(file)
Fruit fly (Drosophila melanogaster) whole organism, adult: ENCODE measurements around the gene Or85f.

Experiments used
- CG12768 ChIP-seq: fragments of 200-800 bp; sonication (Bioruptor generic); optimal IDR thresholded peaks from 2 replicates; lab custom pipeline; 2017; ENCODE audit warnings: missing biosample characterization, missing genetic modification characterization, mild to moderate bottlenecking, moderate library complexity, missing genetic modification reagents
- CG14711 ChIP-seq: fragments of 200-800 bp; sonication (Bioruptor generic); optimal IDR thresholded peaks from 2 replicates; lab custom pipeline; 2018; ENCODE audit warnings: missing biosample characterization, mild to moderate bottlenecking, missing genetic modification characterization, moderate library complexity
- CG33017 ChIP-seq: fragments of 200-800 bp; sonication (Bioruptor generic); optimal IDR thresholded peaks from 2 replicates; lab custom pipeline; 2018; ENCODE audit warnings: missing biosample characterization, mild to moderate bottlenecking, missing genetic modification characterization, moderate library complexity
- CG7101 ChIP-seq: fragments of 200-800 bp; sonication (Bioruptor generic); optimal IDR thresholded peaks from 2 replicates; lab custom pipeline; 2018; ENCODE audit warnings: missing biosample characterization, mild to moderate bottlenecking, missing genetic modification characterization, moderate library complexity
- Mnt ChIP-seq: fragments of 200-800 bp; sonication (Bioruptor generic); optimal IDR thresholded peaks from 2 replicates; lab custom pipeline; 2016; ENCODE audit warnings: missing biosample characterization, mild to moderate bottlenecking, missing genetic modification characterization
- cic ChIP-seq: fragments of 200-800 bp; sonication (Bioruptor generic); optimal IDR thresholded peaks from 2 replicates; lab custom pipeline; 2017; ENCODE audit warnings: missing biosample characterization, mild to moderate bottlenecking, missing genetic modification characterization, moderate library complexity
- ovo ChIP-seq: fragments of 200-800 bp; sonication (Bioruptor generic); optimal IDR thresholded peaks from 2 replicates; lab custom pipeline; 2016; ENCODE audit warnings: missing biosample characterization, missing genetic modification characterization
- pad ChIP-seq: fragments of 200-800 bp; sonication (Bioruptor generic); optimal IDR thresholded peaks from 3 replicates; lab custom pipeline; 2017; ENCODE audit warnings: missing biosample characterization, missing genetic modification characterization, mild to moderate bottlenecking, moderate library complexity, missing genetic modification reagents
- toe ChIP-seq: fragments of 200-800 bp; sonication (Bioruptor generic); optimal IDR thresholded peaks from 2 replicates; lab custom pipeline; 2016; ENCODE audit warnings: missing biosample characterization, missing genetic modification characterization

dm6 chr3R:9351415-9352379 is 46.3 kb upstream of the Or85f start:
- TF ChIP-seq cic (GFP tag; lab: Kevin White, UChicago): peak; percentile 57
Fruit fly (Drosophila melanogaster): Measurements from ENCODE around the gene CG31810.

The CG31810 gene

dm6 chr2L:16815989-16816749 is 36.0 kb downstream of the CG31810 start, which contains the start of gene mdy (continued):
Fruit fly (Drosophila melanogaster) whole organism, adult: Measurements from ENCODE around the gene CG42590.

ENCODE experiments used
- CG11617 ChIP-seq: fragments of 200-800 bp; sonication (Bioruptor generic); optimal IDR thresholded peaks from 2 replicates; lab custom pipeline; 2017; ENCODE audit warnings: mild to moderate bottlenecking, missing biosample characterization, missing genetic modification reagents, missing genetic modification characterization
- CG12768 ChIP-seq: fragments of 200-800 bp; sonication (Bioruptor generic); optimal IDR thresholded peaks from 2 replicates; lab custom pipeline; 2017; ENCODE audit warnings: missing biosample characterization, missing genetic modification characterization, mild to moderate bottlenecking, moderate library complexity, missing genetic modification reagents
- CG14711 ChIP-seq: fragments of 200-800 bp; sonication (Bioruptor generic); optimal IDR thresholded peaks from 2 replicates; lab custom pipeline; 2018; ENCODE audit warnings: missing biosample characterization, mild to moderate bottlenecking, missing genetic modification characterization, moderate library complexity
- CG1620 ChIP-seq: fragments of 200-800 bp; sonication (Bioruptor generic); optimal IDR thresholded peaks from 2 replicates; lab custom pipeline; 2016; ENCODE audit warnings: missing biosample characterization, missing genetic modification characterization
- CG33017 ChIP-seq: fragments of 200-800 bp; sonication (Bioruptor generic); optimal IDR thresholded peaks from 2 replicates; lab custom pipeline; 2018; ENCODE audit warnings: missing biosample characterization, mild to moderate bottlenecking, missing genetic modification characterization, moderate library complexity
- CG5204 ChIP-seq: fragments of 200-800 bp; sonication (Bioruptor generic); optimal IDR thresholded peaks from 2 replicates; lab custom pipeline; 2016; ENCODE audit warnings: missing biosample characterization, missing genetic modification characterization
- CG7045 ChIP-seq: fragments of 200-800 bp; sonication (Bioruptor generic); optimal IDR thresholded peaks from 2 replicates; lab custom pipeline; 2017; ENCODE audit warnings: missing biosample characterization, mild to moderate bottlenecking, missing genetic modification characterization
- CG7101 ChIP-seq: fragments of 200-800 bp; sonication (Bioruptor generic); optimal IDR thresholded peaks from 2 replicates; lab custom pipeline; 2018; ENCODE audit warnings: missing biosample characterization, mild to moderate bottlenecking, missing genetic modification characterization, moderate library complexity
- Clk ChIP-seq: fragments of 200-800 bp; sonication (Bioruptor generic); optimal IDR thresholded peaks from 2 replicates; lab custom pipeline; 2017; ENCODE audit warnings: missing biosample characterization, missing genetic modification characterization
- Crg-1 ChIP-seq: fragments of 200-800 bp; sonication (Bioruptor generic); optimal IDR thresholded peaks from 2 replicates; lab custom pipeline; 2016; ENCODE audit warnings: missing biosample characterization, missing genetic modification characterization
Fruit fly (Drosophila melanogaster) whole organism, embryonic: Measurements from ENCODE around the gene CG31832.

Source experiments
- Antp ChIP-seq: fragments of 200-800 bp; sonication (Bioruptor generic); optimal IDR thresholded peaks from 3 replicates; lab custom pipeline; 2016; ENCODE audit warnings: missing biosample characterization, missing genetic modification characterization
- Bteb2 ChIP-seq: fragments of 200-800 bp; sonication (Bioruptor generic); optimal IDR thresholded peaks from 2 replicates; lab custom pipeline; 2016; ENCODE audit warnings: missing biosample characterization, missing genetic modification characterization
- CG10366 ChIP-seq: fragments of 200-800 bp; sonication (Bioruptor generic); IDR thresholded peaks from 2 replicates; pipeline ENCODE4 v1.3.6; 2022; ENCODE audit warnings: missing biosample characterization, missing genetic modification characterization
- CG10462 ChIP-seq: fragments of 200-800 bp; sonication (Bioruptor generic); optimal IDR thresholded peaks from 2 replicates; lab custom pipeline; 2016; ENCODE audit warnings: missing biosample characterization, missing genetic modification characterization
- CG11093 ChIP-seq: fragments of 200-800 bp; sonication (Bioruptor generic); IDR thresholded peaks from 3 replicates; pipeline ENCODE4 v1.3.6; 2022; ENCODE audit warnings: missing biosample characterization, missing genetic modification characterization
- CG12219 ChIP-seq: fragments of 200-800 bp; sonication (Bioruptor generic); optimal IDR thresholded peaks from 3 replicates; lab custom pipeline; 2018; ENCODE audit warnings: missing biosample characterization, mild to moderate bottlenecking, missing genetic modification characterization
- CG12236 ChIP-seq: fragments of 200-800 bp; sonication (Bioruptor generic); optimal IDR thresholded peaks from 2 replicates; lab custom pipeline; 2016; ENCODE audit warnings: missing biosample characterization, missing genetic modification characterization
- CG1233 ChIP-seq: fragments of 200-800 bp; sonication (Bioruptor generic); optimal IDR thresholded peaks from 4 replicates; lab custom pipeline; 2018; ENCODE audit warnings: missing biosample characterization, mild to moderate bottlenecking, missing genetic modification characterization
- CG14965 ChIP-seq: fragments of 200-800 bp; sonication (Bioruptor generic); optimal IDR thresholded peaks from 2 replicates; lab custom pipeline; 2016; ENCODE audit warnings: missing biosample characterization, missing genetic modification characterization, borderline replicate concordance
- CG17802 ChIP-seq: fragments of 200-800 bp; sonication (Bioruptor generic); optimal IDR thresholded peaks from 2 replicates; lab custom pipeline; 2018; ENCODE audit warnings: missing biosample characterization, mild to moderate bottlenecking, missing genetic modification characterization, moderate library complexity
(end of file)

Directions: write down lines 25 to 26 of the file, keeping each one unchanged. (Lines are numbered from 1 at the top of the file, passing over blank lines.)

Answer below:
- CG7045 ChIP-seq: fragments of 200-800 bp; sonication (Bioruptor generic); optimal IDR thresholded peaks from 2 replicates; lab custom pipeline; 2017; ENCODE audit warnings: missing biosample characterization, mild to moderate bottlenecking, missing genetic modification characterization
- CG7101 ChIP-seq: fragments of 200-800 bp; sonication (Bioruptor generic); optimal IDR thresholded peaks from 2 replicates; lab custom pipeline; 2018; ENCODE audit warnings: missing biosample characterization, mild to moderate bottlenecking, missing genetic modification characterization, moderate library complexity